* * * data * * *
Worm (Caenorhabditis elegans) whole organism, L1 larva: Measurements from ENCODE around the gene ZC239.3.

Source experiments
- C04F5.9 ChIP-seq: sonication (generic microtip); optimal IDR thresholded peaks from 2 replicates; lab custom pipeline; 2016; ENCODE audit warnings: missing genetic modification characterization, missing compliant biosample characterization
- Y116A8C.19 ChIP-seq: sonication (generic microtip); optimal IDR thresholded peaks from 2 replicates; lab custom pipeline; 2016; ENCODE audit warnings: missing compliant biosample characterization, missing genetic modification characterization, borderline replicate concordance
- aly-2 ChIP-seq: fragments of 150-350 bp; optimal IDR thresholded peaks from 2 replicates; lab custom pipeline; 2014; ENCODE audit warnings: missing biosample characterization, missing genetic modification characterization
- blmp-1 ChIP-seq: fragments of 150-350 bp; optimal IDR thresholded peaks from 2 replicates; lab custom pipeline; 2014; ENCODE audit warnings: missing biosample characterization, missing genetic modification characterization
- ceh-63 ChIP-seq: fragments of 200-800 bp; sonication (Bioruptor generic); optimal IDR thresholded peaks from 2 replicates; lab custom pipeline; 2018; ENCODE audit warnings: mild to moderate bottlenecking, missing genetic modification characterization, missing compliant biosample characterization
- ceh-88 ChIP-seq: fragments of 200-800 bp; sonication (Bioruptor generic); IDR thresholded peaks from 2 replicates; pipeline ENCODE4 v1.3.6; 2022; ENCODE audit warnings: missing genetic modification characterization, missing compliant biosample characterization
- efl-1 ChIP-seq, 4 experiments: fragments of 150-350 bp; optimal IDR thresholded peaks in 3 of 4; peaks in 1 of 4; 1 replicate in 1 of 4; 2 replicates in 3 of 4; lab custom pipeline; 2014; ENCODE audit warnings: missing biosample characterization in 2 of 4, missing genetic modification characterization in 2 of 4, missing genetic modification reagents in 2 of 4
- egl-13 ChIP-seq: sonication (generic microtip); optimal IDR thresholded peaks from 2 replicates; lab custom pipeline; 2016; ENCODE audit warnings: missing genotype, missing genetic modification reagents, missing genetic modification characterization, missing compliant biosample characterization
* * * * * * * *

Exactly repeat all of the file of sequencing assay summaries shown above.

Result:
Worm (Caenorhabditis elegans) whole organism, L1 larva: Measurements from ENCODE around the gene ZC239.3.

Source experiments
- C04F5.9 ChIP-seq: sonication (generic microtip); optimal IDR thresholded peaks from 2 replicates; lab custom pipeline; 2016; ENCODE audit warnings: missing genetic modification characterization, missing compliant biosample characterization
- Y116A8C.19 ChIP-seq: sonication (generic microtip); optimal IDR thresholded peaks from 2 replicates; lab custom pipeline; 2016; ENCODE audit warnings: missing compliant biosample characterization, missing genetic modification characterization, borderline replicate concordance
- aly-2 ChIP-seq: fragments of 150-350 bp; optimal IDR thresholded peaks from 2 replicates; lab custom pipeline; 2014; ENCODE audit warnings: missing biosample characterization, missing genetic modification characterization
- blmp-1 ChIP-seq: fragments of 150-350 bp; optimal IDR thresholded peaks from 2 replicates; lab custom pipeline; 2014; ENCODE audit warnings: missing biosample characterization, missing genetic modification characterization
- ceh-63 ChIP-seq: fragments of 200-800 bp; sonication (Bioruptor generic); optimal IDR thresholded peaks from 2 replicates; lab custom pipeline; 2018; ENCODE audit warnings: mild to moderate bottlenecking, missing genetic modification characterization, missing compliant biosample characterization
- ceh-88 ChIP-seq: fragments of 200-800 bp; sonication (Bioruptor generic); IDR thresholded peaks from 2 replicates; pipeline ENCODE4 v1.3.6; 2022; ENCODE audit warnings: missing genetic modification characterization, missing compliant biosample characterization
- efl-1 ChIP-seq, 4 experiments: fragments of 150-350 bp; optimal IDR thresholded peaks in 3 of 4; peaks in 1 of 4; 1 replicate in 1 of 4; 2 replicates in 3 of 4; lab custom pipeline; 2014; ENCODE audit warnings: missing biosample characterization in 2 of 4, missing genetic modification characterization in 2 of 4, missing genetic modification reagents in 2 of 4
- egl-13 ChIP-seq: sonication (generic microtip); optimal IDR thresholded peaks from 2 replicates; lab custom pipeline; 2016; ENCODE audit warnings: missing genotype, missing genetic modification reagents, missing genetic modification characterization, missing compliant biosample characterization